Q&A with Emma about importance of community…
Emma: Community is at the heart of Tribewanted, but what does it mean to you?
Ben: It means looking out for each other and learning about how to live in a certain way. It means what comes naturally to most of us but we don’t necessarily focus on or make time for. It means leave no trace, getting off-grid, off-line and indulging in nature, ideas, health, good food and creativity.
Emma: How do you work with local communities in Tribewanted locations to ensure that their interests are at the heart of the project?
Ben: It’s a partnership, both in Sierra Leone and Italy. We’re dependent on each other – for jobs, for food, education, for development. We try to let the local culture lead the way we operate. We meet regularly in open forums.
Emma: Why is it important for Tribewanted communities to be 100% sustainable?
Ben: Sustainability as a word has been twisted and regurgitated in so many different ways. Our goal is to show that living within our means, sharing success and failure, and being closer to nature – wherever we are in the world – is better for ourselves, our communities and society. We want to kick-start livelihoods and experiences that last because they prioritise the well-being of the people involved (local team and visitors). To achieve that we need to make sure that we make a financial profit, create and sustain jobs, and protect and enhance the local environment and biodiversity as much as we can. If we do, we can flourish – as an organisation, as individuals and as a way of living.
Emma: What can tribe members learn about ‘community living’ from spending time on the projects? Can this be incorporated into their own lives?
Ben: This is what we really want to develop. The feedback we get is that people are often inspired by their experience, especially around food (importance of local and seasonal), waste (composting), water (catchment and re-use) and local cultural traditions. Our plan is to develop an incentive model that help members ‘earn’ Tribe Credits through green actions and therefore get more time staying at our communities. To build this model will take quite a few more members to join…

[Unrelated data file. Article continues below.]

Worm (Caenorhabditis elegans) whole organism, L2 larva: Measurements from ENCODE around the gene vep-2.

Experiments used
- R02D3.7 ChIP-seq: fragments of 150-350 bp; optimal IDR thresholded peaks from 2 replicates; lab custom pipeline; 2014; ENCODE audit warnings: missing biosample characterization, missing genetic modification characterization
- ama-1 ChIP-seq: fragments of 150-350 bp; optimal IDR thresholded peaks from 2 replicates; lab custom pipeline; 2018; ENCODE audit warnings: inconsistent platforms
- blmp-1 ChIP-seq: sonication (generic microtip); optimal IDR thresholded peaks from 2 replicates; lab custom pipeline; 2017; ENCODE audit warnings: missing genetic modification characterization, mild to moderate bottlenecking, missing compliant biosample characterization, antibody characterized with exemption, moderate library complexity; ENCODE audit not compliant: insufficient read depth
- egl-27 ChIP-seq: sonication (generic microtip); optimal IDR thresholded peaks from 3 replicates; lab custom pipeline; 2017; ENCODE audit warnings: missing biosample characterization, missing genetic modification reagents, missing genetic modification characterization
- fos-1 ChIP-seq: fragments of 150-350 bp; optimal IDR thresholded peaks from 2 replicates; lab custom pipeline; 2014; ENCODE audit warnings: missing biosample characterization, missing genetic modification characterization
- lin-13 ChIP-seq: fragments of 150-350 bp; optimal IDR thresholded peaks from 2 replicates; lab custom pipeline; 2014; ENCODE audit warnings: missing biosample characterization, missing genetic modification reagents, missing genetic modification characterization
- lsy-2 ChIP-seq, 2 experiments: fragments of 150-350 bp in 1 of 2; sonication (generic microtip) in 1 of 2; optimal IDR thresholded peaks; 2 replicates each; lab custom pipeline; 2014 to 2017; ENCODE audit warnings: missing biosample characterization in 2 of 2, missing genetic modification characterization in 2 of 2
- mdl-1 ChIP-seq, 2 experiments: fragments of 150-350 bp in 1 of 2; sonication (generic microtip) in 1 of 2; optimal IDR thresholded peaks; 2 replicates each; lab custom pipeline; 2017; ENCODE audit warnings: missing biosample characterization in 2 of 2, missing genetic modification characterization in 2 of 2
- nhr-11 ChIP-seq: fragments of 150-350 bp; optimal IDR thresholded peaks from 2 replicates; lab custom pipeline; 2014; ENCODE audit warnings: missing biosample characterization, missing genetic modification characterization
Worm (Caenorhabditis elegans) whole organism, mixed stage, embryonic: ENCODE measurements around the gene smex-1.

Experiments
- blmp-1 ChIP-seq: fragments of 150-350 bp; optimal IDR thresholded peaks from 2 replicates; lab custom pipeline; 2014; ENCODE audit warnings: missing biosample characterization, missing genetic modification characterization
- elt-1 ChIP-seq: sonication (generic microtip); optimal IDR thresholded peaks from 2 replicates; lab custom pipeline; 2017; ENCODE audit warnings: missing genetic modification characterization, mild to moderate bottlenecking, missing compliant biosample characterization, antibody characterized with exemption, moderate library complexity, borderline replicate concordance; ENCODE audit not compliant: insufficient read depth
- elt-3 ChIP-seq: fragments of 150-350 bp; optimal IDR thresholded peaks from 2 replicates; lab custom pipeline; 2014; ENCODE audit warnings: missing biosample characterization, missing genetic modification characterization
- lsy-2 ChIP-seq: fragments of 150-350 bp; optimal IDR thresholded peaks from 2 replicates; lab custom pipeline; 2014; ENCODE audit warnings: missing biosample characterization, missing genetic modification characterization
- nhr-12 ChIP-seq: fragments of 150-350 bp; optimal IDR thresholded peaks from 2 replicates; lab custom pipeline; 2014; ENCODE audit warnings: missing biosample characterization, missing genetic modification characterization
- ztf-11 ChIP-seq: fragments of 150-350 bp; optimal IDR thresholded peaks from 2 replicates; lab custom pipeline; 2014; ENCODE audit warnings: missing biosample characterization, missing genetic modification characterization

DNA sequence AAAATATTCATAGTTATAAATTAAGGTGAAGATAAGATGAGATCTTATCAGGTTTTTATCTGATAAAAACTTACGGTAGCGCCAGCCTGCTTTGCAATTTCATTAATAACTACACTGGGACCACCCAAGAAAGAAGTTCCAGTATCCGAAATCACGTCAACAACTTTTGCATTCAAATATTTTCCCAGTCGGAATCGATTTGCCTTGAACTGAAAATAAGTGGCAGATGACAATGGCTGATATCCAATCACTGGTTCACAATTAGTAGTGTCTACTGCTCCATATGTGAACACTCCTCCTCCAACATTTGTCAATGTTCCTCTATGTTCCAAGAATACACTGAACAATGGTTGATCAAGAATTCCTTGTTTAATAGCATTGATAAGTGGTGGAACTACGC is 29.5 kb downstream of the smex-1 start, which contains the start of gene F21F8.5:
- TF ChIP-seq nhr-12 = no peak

Emma: When Tribewanted first started, it was pre-facebook in the UK (!) How have the developments in social networks affected the tribe?
Ben: Big-time. It was almost easier pre-facebook, definitely simpler. Now your story and content is competing with so much noise. Standing out and connecting with people takes a lot of effort and creative thinking, but when it clicks it’s great. We’re working hard at our social media and love feedback.
Emma: How will the new Community Interest Company (CIC) model enhance the community aspect of Tribewanted?
Ben: The idea is that it will give our members and communities a leadership stake in the organisation, not through shares, but being able to vote on where we go next, how we spend surpluses and by building Tribe Credit. With momentum it can become a genuinely sustainable finance growth model and we can start to partner with communities all over the world.
Emma: What role does community have to play in our future as a world?
Ben: Big question Emma! Clearly cross-cultural or global communities are going to be crucial in tackling the big challenges this century. Without real collaboration between start-up networks, big organisations and governments we can’t change things like over-fishing, deforestation or un-fair trade. What most of us probably miss in our day to day lives is that connection to projects, people and ideas where we feel like we can take on these challenges and improve our own well-being. Personally what matters is that we act, and act positively. That’s what we’ve been trying to do at Tribewanted for the last few years and if we can get the CIC model to click, we’ll be able to scale our actions and adventures as a community which would then become really exciting.
What do you think?